Chapter 5: Network of Relationships in the Indian Software Industry: A Novel Business Ecosystem?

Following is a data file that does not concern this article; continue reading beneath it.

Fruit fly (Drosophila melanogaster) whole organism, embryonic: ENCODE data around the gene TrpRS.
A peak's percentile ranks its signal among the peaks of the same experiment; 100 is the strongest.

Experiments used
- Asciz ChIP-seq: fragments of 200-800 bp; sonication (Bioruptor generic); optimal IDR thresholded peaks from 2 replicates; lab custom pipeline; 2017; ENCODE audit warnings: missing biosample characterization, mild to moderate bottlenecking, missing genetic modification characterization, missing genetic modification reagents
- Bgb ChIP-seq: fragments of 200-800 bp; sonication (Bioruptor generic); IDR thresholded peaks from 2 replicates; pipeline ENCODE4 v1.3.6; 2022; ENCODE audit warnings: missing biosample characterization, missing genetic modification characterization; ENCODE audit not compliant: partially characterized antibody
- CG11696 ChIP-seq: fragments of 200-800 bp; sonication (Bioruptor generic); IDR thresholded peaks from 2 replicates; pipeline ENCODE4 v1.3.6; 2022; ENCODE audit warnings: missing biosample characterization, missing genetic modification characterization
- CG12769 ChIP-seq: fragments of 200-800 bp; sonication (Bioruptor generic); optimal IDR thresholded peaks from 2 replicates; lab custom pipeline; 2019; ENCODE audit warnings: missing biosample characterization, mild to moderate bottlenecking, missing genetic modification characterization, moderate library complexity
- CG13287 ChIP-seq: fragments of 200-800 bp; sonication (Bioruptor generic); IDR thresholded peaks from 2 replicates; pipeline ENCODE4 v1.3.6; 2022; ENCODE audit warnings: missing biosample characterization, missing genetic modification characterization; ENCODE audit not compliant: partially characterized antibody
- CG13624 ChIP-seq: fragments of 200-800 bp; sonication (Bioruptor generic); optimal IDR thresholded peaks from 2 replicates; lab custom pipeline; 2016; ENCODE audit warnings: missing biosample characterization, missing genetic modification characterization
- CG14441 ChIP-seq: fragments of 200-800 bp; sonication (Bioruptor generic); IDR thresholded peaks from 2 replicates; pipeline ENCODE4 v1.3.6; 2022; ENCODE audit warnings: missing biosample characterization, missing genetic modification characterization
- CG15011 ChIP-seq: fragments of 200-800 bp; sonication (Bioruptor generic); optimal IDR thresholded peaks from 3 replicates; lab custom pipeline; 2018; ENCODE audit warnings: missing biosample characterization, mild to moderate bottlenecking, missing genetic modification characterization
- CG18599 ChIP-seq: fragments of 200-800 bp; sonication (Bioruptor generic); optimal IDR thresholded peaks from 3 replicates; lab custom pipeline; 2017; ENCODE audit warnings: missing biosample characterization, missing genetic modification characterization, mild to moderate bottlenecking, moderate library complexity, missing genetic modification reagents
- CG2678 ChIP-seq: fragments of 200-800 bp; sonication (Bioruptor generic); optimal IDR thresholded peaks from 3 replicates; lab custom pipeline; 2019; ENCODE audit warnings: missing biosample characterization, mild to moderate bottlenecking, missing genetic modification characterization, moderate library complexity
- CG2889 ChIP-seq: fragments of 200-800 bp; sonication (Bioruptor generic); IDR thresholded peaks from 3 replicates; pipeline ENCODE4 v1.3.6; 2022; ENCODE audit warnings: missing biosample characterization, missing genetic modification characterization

J. Ramachandran and Sourav Mukherji INTRODUCTION Over the last decade, the Indian software services industry has grown at a phenomenal rate of 40 per cent. From a few hundred million in 1994–95, Indian ﬁrms exported software worth US$ 14 billion in the ﬁscal year of 2004. This success, especially coming from an emerging economy with little experience of export or globalization, has met with a lot of attention from popular press and management scholars. Many of them have tried to analyse the reasons behind such growth of the industry, either ascribing it to the demand for software all over the world because of increasing digitization in products, or to certain country-speciﬁc advantages that India enjoys, such as availability of a large pool of English speaking engineering graduates at a cost that is nearly a third of that prevailing in developed nations. While the aforementioned factors contributed signiﬁcantly to its success and growth, they are not suﬃcient explanations for the rapid scaling up that has been witnessed in this industry. Unlike software products, creation and delivery of software services is people-intensive. The organizational challenges of scaling up people-intensive operations are not trivial. On an earlier occasion, we have argued that rapid scaling up, as has been witnessed in the Indian software service industry, was a consequence of several managerial and organizational innovations (Mukherji and Ramachandran 2004). The software service ﬁrms created a unique governance structure, intermediate between a market and a hierarchy that facilitated customer acquisition and...
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